As any parent can tell you, young children incessantly ask "why?" as their rapidly developing minds begin to explore their new world. But that open-ended inquiry seems to fade as formal education, at home and in school, takes over and the rote skills of counting and memorization are stressed.
So it's refreshing to see that teachers at Charles Carroll Elementary School will get a chance to discover an interpretive literature teaching program developed by the Great Books Foundation. Principal Robert Bruce is bringing the instructors here this month to explain the program to 25 elementary teachers, under a grant for educational innovation given by the Carroll school system.
The essence of the method is that teachers encourage children to think of more than one answer to questions about the stories they read, and to justify their answers with information from the stories. Interpretive discussion of stories adds to children's understanding and encourages them to think about more than the obvious response.
"The teachers are trained not to define just one answer," explains Mr. Bruce, who experienced the system when he was a teacher in the Howard County schools. Pupils may have more than one answer to the same "why?" question, all of which are valid as long as they can justify them with evidence from the story.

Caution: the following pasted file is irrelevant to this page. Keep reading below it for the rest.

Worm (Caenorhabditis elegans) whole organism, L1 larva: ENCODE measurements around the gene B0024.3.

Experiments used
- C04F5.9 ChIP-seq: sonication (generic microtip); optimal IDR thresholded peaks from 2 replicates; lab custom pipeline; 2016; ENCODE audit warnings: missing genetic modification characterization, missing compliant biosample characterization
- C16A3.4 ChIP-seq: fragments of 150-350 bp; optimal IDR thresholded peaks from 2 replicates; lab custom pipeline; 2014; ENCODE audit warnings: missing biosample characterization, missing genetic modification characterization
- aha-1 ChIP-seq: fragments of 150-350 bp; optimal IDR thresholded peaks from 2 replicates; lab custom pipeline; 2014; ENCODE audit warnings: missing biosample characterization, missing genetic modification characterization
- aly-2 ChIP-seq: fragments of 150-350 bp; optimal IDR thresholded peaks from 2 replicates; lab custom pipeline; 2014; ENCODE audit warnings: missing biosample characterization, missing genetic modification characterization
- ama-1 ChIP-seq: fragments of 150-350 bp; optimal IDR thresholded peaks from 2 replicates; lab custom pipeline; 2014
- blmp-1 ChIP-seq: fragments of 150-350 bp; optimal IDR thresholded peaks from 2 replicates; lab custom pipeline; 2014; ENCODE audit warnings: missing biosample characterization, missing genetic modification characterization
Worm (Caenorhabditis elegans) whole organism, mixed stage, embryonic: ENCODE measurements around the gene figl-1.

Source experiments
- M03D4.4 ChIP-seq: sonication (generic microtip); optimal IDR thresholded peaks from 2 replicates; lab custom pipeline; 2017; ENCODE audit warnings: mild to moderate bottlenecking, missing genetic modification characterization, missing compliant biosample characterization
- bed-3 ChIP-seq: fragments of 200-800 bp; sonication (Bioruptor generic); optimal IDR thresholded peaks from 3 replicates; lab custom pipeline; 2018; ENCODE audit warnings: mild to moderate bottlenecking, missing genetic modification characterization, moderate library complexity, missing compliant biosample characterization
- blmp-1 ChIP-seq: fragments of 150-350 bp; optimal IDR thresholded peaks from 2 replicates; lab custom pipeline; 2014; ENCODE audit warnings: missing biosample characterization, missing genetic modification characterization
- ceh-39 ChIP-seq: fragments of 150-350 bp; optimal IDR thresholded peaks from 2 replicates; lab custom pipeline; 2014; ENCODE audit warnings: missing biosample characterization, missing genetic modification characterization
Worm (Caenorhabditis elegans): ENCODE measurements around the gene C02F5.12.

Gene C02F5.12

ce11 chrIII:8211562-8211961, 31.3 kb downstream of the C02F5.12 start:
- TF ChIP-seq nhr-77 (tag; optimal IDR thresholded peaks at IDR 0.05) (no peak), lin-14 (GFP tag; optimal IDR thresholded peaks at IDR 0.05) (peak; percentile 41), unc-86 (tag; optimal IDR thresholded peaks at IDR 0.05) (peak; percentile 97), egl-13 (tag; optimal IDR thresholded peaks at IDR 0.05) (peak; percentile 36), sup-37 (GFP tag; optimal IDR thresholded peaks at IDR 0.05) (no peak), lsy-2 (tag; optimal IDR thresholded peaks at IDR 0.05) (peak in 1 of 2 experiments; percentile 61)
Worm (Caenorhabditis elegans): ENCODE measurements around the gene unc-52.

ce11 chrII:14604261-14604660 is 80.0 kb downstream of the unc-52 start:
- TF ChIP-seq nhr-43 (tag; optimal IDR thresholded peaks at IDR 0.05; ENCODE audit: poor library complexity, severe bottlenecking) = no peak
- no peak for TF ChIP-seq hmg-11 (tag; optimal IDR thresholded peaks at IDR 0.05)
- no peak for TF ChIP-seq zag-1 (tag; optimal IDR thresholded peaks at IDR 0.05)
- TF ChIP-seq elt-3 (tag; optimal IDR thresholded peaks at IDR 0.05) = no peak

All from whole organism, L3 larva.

Another advantage of the Great Books program is that it uses children's classics as reading material, instead of standard reading texts, and provides teacher study plans and guides to direct questioning. Certainly, all teachers should aim to stimulate pupils to think for themselves and to do more than simply recite memorized facts. The Great Books program is one way to aid them in that pedagogical pursuit, something that might well be adopted by other elementary schools within the county.
The teacher instruction program is funded by the Carroll school system's new grant program that invites competitive proposals from teachers for educational improvement. Other proposals awarded grants will help to improve teacher evaluations, to better prepare students for taking standardized reference tests, and to teach organizational skills to students. These thoughtful proposals validate the grant program and encourage better education results in Carroll County.